- Games, Toys, and Hobbies
It's A Small, Small World In Dollhouse Miniatures
I have a passion for dollhouse miniatures that I didn't discover until about two years ago, by accident really. Bored with my usual hobbies, I went to my local craft shop looking for a new idea or project. What I found was a wooden puzzle kit that had punch out pieces that, when fitted together, created dollhouse furniture pieces. I bought and brought it home. I enjoy woodworking as well as painting, so I thought it could be interesting.
As I sit punching all my pieces out and began putting my furniture together, I couldn't help but keep thinking to myself that although a neat little project, this furniture had all these little tabs sticking out all over that made it look so unrealistic. I started back with my beginning piece and started modifying each one to look more realistic by cutting off tabs and gluing pieces together.
In less than two days, I had all the pieces finished. Proud of my modified furniture, I showed them to my husband. His first words were, "I bet you could build your own and it look even better." I had been thinking the same thing. His comment was enough for me to set out on doing just that. I went to my computer and went to researching the subject and to find some sort of template or tutorial. And what I discovered was a whole world of dollhouse miniature collectors, makers, and information galore. The more I read, the more I wanted to read. I was amazed the most at the many things I discovered that were made from simple things, such as popsicle sticks and things we would normally throw out. This last group of items even had their own name - trash to treasure.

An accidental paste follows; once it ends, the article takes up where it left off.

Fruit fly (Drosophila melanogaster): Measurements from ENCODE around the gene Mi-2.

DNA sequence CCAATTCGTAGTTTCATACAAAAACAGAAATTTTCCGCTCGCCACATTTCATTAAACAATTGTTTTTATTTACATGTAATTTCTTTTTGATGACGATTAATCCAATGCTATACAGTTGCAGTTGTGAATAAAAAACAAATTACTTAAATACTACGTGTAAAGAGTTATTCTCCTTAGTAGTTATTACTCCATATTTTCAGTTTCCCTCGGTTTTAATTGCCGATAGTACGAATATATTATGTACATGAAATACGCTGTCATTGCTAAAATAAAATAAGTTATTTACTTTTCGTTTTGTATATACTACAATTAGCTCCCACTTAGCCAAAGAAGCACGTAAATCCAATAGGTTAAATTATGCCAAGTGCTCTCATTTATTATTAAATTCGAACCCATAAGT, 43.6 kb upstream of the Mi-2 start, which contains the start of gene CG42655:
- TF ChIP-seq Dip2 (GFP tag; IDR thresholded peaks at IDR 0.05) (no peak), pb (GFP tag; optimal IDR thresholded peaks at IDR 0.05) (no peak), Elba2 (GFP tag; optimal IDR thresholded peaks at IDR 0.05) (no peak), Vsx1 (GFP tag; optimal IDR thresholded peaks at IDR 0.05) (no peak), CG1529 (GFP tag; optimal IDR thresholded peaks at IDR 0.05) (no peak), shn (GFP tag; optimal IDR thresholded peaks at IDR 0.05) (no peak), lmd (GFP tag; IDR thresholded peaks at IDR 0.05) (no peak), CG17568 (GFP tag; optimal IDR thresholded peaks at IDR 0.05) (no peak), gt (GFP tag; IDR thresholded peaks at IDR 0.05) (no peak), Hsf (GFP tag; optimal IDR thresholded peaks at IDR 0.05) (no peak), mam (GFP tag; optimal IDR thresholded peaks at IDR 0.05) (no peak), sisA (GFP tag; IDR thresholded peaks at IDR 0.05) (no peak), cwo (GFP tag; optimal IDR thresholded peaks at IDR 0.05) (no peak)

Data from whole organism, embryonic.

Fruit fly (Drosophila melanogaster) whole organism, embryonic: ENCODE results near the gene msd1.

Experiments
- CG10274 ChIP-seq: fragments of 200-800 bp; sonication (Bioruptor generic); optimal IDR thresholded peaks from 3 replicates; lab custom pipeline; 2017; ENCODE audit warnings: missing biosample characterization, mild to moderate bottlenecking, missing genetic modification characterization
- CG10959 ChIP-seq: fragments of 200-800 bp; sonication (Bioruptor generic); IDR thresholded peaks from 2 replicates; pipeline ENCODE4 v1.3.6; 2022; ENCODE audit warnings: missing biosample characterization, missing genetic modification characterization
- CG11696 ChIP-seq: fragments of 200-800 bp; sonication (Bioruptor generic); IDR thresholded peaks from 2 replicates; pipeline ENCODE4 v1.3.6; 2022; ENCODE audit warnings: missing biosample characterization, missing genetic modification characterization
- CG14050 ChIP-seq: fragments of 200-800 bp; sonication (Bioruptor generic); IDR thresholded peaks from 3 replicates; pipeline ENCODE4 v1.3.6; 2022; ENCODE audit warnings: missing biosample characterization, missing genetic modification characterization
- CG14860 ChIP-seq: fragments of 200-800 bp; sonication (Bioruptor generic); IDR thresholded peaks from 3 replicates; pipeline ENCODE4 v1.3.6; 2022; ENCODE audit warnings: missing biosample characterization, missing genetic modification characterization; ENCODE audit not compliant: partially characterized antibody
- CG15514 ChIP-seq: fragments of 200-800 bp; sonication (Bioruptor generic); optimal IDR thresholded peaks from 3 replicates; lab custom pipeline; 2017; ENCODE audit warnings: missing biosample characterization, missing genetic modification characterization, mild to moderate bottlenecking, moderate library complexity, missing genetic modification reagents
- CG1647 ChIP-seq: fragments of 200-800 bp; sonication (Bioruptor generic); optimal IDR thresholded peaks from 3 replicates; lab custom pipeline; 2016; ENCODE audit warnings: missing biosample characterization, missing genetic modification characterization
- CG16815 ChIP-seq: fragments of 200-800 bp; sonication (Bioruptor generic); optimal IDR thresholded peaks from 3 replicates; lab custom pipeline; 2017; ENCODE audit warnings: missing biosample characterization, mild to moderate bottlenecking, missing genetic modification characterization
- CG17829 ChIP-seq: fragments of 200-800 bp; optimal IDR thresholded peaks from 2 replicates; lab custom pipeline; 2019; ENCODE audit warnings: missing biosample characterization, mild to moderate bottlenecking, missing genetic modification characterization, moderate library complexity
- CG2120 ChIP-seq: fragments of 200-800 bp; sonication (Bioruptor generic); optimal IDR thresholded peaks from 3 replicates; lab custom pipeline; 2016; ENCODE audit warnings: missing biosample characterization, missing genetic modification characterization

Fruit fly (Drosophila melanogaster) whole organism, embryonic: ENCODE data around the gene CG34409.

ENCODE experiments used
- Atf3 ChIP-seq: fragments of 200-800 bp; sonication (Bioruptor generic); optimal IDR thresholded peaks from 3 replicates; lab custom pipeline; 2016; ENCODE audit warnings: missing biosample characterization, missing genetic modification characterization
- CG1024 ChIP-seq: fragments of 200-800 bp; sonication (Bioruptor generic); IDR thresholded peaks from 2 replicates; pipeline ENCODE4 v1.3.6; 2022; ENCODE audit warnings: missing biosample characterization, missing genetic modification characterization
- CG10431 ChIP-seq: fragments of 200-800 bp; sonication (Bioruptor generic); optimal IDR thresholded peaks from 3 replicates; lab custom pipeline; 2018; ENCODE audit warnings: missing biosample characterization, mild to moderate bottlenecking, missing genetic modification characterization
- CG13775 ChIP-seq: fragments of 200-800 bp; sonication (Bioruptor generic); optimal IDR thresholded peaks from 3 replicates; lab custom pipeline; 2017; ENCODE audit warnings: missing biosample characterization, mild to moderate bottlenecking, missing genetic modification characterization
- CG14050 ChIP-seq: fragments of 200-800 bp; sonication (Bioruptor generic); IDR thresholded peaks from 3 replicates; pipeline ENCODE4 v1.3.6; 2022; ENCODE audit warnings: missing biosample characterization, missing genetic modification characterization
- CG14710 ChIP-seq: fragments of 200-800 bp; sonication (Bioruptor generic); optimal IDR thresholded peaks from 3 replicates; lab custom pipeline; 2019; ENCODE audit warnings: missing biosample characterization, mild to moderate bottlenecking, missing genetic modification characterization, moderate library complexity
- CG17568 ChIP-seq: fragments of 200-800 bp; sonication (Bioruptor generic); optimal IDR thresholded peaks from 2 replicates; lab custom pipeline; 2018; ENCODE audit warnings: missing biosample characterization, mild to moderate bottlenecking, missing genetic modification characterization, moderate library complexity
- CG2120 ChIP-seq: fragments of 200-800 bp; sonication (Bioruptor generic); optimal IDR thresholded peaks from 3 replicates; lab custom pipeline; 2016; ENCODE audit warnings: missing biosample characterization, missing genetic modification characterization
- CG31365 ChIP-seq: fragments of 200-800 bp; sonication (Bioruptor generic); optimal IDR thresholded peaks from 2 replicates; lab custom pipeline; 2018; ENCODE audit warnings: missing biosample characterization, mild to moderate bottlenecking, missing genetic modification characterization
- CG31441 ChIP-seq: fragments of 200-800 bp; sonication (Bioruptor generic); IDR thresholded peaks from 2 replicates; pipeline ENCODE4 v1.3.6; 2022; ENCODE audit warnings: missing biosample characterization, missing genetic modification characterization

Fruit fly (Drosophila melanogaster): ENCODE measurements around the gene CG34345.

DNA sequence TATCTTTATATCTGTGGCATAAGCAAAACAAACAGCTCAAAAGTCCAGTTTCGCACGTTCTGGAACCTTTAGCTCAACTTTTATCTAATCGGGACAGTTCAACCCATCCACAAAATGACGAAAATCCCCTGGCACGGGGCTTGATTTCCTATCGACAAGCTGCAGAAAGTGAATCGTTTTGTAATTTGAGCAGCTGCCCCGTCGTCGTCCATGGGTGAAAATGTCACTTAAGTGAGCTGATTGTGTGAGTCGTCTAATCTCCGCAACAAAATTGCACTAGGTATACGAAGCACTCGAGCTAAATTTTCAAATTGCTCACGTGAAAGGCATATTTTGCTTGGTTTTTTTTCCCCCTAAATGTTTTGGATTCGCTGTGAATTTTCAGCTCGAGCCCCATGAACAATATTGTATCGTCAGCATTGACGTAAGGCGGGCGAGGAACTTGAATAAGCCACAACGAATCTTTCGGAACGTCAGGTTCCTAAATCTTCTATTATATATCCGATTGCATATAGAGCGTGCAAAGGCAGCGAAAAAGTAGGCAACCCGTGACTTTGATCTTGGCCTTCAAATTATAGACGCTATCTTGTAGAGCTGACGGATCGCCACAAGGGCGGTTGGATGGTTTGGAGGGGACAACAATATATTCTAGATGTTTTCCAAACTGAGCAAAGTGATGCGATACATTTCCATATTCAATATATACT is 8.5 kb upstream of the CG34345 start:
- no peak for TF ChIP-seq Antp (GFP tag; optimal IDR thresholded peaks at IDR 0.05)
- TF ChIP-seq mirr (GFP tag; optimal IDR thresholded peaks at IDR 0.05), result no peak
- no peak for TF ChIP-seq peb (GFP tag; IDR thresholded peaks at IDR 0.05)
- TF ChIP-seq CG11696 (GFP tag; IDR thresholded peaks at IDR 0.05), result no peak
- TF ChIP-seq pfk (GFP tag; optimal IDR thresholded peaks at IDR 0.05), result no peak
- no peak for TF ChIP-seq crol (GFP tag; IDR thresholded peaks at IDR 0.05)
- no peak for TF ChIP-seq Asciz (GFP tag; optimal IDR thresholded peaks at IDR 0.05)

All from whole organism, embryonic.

I have created many, many pieces since then. Most I have sold, few have I kept. I have found the part of dollhouse miniatures I love the most is creating them, not collecting. I have some select pieces that I have for collection. Otherwise, I sell them or make a special setting and gift it.
I have discovered that there is a lot of missing information for the person who has no knowledge about the craft. At first, I had no idea what the pages I was reading meant when they talked about scale, turnings, tools they used, all types of glues, roomboxes, and so much more of the terminology. These things I learned myself along the way.
I want to try to change that for newcomers to this wonderful world of mini's. I will be doing that here. I will be publishing a glossary with detailed definitions and explanations of words in the mini language. I will also publish projects, tutorials, tips, and challenges ranging from easy to difficult levels.
Hopefully, many will come learn about my passion and find they have a passion for it as well.
Come back for more soon and 'mini' thanks to you.
Well soon enough, I found my template along with step-by-step pictures. And with popsicle sticks, a craft knife, sandpaper and craft glue, I went to work.
Over the next two hours, closed up in my shop, I carefully followed each step of my plans until I had reached the finish. I was so proud. My first piece and even I have to say it was awesome. I was so proud and excited, I burst from my room with such joy, I scared my husband. He just knew I'd seen a mouse or something.
I was screaming, "Look! Look!"
He's frantically asking, "What's wrong? Are you okay?"
I calmed enough to hold out my hand and show him, "Look at what I made."
He too was impressed; and he's a carpenter. He only said one thing but that one thing said it all.
"This piece is mine. I want it."
That was two years ago, and it still sits on a shelf at his desk. My first creation, an Adirondack chair. The beginning of my passion.